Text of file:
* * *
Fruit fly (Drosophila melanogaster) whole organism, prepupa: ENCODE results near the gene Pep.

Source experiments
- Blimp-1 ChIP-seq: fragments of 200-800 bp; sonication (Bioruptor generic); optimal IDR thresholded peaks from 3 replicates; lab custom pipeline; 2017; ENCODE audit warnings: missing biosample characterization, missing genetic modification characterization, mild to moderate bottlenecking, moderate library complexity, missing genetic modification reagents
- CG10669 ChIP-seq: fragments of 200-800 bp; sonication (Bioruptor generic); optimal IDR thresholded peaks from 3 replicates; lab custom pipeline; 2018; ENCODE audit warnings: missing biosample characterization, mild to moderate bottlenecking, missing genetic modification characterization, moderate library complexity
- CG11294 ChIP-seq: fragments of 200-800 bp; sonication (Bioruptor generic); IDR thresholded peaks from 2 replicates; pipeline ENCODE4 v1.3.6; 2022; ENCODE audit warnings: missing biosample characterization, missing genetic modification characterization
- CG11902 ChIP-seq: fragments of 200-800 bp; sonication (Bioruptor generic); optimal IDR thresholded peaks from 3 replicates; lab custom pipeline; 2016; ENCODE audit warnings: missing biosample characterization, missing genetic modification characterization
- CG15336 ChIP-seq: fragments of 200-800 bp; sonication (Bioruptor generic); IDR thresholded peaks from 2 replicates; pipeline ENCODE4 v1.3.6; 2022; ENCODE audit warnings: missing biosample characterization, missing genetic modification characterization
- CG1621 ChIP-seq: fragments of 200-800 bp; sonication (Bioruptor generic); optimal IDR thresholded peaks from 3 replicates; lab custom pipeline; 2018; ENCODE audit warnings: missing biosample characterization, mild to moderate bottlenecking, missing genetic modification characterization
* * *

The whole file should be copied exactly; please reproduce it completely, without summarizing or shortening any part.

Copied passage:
Fruit fly (Drosophila melanogaster) whole organism, prepupa: ENCODE results near the gene Pep.

Source experiments
- Blimp-1 ChIP-seq: fragments of 200-800 bp; sonication (Bioruptor generic); optimal IDR thresholded peaks from 3 replicates; lab custom pipeline; 2017; ENCODE audit warnings: missing biosample characterization, missing genetic modification characterization, mild to moderate bottlenecking, moderate library complexity, missing genetic modification reagents
- CG10669 ChIP-seq: fragments of 200-800 bp; sonication (Bioruptor generic); optimal IDR thresholded peaks from 3 replicates; lab custom pipeline; 2018; ENCODE audit warnings: missing biosample characterization, mild to moderate bottlenecking, missing genetic modification characterization, moderate library complexity
- CG11294 ChIP-seq: fragments of 200-800 bp; sonication (Bioruptor generic); IDR thresholded peaks from 2 replicates; pipeline ENCODE4 v1.3.6; 2022; ENCODE audit warnings: missing biosample characterization, missing genetic modification characterization
- CG11902 ChIP-seq: fragments of 200-800 bp; sonication (Bioruptor generic); optimal IDR thresholded peaks from 3 replicates; lab custom pipeline; 2016; ENCODE audit warnings: missing biosample characterization, missing genetic modification characterization
- CG15336 ChIP-seq: fragments of 200-800 bp; sonication (Bioruptor generic); IDR thresholded peaks from 2 replicates; pipeline ENCODE4 v1.3.6; 2022; ENCODE audit warnings: missing biosample characterization, missing genetic modification characterization
- CG1621 ChIP-seq: fragments of 200-800 bp; sonication (Bioruptor generic); optimal IDR thresholded peaks from 3 replicates; lab custom pipeline; 2018; ENCODE audit warnings: missing biosample characterization, mild to moderate bottlenecking, missing genetic modification characterization